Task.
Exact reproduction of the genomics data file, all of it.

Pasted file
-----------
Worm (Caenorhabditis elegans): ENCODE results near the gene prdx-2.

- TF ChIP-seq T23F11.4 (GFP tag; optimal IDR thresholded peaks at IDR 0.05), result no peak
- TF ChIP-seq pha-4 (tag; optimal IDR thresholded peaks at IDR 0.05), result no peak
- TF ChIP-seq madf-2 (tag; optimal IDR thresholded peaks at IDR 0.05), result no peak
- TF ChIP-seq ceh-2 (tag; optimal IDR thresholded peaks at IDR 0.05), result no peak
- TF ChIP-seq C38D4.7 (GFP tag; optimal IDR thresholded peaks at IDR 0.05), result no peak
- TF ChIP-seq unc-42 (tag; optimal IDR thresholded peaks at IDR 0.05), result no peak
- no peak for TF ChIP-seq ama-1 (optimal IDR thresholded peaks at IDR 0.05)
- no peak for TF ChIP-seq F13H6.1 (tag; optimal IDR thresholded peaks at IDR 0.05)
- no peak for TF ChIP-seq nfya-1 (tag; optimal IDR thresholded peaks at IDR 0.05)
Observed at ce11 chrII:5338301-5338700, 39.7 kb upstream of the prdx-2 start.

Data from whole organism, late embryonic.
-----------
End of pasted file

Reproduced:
Worm (Caenorhabditis elegans): ENCODE results near the gene prdx-2.

- TF ChIP-seq T23F11.4 (GFP tag; optimal IDR thresholded peaks at IDR 0.05), result no peak
- TF ChIP-seq pha-4 (tag; optimal IDR thresholded peaks at IDR 0.05), result no peak
- TF ChIP-seq madf-2 (tag; optimal IDR thresholded peaks at IDR 0.05), result no peak
- TF ChIP-seq ceh-2 (tag; optimal IDR thresholded peaks at IDR 0.05), result no peak
- TF ChIP-seq C38D4.7 (GFP tag; optimal IDR thresholded peaks at IDR 0.05), result no peak
- TF ChIP-seq unc-42 (tag; optimal IDR thresholded peaks at IDR 0.05), result no peak
- no peak for TF ChIP-seq ama-1 (optimal IDR thresholded peaks at IDR 0.05)
- no peak for TF ChIP-seq F13H6.1 (tag; optimal IDR thresholded peaks at IDR 0.05)
- no peak for TF ChIP-seq nfya-1 (tag; optimal IDR thresholded peaks at IDR 0.05)
Observed at ce11 chrII:5338301-5338700, 39.7 kb upstream of the prdx-2 start.

Data from whole organism, late embryonic.